pregnant women getting a blood test
Louise Broadbridge
Louise Broadbridge

What does it mean to be rhesus negative?

At your first appointment with your midwife, you will provide samples of your blood for testing. From this, you will find out what your blood group is and whether you are rhesus positive or negative.

Around one in six women in the UK are rhesus negative, which means their blood does not have the rhesus (Rh) antigen which is found on the surface of blood cells.. If you are rhesus negative, you blood type will be followed by a negative symbol like O-, A-, B- or AB-. 

Being rhesus negative is not usually a problem and you probably won’t even know your blood type unless you have been pregnant before or you have been a blood donor. However, if you are pregnant, there is a risk of developing rhesus disease if your baby is rhesus positive.

What is rhesus disease?

Rhesus disease is when the antibodies in an expectant mother’s blood attack her baby’s blood cells. The mother is not affected by this but it can cause problems for the baby and they can become anaemic as their red blood cells are being destroyed by their mother’s antibodies.

Rhesus disease makes a baby more likely to develop newborn jaundice, where their skin turns yellow. Jaundice happens when babies have too much bilirubin, a pigment made from the breakdown of red blood cells.

Rhesus disease only happens when a baby with rhesus positive blood is being carried by a mother who is rhesus negative. The risk is higher when the mother has been pregnant before or been previously exposed to rhesus positive blood.

This exposure causes her blood to produce antibodies, which fight against the rhesus positive blood cells and destroy them. During pregnancy, these antibodies can cross the placenta and affect the baby. Rhesus disease can also continue having an impact for the first few months after they are born.

What will happen if I am rhesus negative?

If you are rhesus negative, your midwife will talk to you about what this means. You will be offered a treatment called anti-D injections during your pregnancy to reduce the risk of your baby developing rhesus disease. 

These injections contain anti-D immunoglobulin, a concentrated antibody preparation which is made from plasma collected from blood donors. This will neutralise any rhesus positive antigens which may have entered your bloodstream so your body will not produce antibodies which could harm your baby.

If you have already developed anti-D antibodies during a previous pregnancy, for example, if you didn’t receive the anti-D injections, your pregnancy will need to be closely monitored. Additional checks will also need to be made on your baby after birth.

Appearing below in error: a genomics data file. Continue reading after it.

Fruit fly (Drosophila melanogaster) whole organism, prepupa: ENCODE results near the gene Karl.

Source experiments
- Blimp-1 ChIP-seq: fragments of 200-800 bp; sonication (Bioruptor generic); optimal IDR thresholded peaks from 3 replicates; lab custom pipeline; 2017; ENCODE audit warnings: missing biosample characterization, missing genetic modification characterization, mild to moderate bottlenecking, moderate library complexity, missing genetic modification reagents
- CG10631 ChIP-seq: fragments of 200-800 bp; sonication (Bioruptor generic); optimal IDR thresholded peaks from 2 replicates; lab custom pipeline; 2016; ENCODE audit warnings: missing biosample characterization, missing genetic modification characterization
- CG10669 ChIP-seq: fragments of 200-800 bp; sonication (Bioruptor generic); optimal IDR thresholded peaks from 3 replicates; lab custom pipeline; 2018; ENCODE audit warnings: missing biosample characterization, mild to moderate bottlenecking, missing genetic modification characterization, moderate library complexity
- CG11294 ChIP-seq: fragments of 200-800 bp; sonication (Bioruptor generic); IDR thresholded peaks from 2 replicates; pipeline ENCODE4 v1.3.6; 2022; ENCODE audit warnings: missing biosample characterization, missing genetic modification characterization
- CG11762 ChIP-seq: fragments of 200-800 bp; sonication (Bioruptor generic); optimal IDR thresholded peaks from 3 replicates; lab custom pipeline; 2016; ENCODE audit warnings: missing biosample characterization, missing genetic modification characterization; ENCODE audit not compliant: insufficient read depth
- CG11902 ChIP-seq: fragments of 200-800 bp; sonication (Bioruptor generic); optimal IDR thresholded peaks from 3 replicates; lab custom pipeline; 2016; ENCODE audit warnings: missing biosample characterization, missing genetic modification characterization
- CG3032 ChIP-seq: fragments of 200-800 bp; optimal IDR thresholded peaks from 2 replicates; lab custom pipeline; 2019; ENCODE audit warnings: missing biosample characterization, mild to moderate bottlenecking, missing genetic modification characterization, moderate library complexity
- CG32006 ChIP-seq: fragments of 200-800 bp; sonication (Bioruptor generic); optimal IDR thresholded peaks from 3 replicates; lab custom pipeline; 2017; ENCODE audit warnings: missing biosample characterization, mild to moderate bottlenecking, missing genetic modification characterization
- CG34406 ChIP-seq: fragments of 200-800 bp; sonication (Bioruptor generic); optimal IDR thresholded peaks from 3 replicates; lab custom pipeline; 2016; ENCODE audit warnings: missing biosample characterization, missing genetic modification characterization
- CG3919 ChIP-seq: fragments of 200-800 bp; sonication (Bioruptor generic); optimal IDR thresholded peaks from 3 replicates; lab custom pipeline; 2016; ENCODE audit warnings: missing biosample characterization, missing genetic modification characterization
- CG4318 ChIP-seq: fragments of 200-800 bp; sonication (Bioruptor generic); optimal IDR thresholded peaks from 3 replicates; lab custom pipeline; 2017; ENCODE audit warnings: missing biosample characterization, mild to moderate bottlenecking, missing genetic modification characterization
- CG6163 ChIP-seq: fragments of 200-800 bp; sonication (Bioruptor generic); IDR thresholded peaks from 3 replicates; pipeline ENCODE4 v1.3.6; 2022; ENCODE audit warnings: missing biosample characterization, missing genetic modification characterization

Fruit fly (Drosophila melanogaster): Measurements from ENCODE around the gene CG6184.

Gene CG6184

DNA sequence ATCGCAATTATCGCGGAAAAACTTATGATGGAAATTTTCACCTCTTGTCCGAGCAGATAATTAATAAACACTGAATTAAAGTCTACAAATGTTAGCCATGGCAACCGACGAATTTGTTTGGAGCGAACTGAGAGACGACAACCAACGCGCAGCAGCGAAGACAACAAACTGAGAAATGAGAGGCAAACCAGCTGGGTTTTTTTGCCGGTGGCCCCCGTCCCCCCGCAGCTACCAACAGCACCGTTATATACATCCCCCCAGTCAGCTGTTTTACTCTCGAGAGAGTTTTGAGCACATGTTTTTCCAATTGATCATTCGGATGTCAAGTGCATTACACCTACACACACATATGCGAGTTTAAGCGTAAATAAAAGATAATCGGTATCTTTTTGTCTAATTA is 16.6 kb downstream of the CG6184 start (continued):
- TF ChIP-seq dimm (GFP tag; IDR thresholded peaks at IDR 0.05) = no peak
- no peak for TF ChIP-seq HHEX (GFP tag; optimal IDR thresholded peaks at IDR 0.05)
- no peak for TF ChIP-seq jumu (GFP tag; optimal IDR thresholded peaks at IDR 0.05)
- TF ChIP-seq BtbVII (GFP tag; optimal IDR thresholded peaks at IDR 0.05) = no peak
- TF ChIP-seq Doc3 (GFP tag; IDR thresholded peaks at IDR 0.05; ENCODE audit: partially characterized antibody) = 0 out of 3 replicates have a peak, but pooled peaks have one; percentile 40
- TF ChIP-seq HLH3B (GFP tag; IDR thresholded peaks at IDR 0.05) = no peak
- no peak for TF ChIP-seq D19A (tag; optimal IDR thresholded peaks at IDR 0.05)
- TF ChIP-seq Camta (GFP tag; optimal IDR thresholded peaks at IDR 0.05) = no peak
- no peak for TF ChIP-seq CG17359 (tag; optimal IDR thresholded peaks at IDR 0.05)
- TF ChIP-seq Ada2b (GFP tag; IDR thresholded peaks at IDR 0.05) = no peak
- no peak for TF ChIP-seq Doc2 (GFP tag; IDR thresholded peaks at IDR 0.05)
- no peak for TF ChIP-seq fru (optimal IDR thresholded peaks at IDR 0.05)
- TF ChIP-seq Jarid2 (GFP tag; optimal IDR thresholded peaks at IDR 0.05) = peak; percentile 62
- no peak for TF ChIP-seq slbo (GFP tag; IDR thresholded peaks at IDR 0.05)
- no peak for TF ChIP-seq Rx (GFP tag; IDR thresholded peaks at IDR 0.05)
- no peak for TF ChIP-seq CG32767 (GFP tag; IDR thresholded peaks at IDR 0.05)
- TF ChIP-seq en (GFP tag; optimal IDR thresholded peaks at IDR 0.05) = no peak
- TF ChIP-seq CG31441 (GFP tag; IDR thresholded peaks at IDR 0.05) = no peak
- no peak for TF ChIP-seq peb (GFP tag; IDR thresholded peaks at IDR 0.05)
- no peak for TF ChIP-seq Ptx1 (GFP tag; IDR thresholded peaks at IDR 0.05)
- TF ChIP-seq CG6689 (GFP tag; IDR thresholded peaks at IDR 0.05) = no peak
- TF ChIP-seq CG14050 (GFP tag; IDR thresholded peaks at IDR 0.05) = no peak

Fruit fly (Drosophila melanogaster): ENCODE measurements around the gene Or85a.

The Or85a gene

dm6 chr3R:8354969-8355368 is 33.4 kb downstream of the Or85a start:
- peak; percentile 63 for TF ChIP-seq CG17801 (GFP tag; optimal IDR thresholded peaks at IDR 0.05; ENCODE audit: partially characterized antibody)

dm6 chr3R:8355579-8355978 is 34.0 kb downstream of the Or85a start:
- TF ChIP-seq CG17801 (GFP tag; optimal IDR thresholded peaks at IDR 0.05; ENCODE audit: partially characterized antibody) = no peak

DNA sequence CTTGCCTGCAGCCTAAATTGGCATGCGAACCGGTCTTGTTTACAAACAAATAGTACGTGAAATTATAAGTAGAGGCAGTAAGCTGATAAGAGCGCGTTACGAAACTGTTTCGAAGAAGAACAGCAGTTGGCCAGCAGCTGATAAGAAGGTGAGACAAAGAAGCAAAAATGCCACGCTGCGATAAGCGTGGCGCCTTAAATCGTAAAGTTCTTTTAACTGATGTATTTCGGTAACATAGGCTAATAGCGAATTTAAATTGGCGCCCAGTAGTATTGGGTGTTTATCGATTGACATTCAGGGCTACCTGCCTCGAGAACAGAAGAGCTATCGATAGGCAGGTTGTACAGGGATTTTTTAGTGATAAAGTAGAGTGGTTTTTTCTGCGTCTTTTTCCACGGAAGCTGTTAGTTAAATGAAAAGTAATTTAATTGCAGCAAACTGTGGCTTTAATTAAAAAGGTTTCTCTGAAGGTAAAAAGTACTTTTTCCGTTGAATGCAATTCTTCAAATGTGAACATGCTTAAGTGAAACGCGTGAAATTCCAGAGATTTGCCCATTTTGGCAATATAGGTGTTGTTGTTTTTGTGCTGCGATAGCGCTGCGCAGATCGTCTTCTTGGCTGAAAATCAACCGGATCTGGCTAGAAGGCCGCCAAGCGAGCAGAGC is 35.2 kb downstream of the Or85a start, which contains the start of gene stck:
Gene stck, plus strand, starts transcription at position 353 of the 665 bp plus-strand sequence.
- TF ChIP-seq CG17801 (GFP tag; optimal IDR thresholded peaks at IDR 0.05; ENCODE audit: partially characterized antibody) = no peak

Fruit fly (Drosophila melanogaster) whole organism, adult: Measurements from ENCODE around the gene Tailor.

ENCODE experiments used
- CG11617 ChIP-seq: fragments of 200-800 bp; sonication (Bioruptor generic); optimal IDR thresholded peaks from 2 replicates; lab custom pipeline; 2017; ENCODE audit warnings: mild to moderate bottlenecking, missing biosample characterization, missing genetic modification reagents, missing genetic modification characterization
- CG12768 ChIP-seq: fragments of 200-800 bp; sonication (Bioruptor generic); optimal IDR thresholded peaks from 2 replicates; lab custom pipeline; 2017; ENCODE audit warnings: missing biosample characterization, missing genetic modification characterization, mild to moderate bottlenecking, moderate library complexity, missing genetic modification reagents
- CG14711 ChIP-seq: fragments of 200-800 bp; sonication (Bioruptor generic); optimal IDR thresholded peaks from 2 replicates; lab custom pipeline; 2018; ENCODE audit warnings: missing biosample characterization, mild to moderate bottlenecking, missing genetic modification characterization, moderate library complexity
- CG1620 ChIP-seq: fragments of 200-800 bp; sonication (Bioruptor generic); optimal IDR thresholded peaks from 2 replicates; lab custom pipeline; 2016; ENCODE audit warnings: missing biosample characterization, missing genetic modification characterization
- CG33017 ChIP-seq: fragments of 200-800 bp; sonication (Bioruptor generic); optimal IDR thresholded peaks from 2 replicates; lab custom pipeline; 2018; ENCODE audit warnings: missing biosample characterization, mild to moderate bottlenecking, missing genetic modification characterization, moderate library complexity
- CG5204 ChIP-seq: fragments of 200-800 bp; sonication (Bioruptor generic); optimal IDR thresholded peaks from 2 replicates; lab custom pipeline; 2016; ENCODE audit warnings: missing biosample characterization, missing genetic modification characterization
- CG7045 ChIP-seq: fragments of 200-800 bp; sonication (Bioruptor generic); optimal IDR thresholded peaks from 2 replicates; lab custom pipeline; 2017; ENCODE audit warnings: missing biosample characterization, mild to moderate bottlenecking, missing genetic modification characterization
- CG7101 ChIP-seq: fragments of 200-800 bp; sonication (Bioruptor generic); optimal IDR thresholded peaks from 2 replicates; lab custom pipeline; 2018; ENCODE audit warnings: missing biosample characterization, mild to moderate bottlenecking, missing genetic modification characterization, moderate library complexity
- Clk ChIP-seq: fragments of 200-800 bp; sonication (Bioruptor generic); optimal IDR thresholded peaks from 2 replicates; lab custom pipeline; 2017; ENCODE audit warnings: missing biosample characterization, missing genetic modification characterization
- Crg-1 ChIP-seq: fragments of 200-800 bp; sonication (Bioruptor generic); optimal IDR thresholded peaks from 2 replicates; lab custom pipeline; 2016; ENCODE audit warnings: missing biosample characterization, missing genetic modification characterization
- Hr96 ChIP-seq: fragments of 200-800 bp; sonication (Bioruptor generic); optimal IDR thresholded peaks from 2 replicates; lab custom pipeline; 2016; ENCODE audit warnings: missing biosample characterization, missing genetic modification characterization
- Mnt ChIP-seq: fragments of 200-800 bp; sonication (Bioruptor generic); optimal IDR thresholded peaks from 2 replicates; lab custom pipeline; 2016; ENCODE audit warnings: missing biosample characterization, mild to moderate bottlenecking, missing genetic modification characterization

You may be given two doses of anti-D injections, the first during the 28th week of pregnancy and the second during the 34th week. Alternatively, you may be given a single dose between weeks 28 and 30. Whether you are given a single or double dose will depend on your hospital trust but both are equally effective. 

Once your baby is born, a blood sample will be taken from their umbilical cord. If they are found to be rhesus positive, you will be given an additional anti-D injection within 72 hours of the birth. This will destroy any rhesus positive blood cells which may have entered your bloodstream during the delivery.

If anything happens in your pregnancy which is thought to increase the risk of your baby’s blood entering yours, you will be offered an anti-D injection. For example, you may be given an additional injection if you experience bleeding, injure your abdomen or have an invasive test like an amniocentesis.

Do I have to have anti-D injections?

All medical procedures require your consent and you can refuse to have anti-D injections during your pregnancy. However, this will increase the risk of your baby or future babies developing rhesus disease.

If your baby does get rhesus disease, they may need extra care after they are born. This could include phototherapy, where they are placed under lights, an injection of intravenous immunoglobulin to protect their red blood cells or they may even need a blood transfusion.

Babies with rhesus disease are likely to need to spend time in the neonatal unit and they will need additional care and monitoring. If it is left untreated, it can cause serious problems including sight loss, hearing loss, brain damage and learning difficulties.

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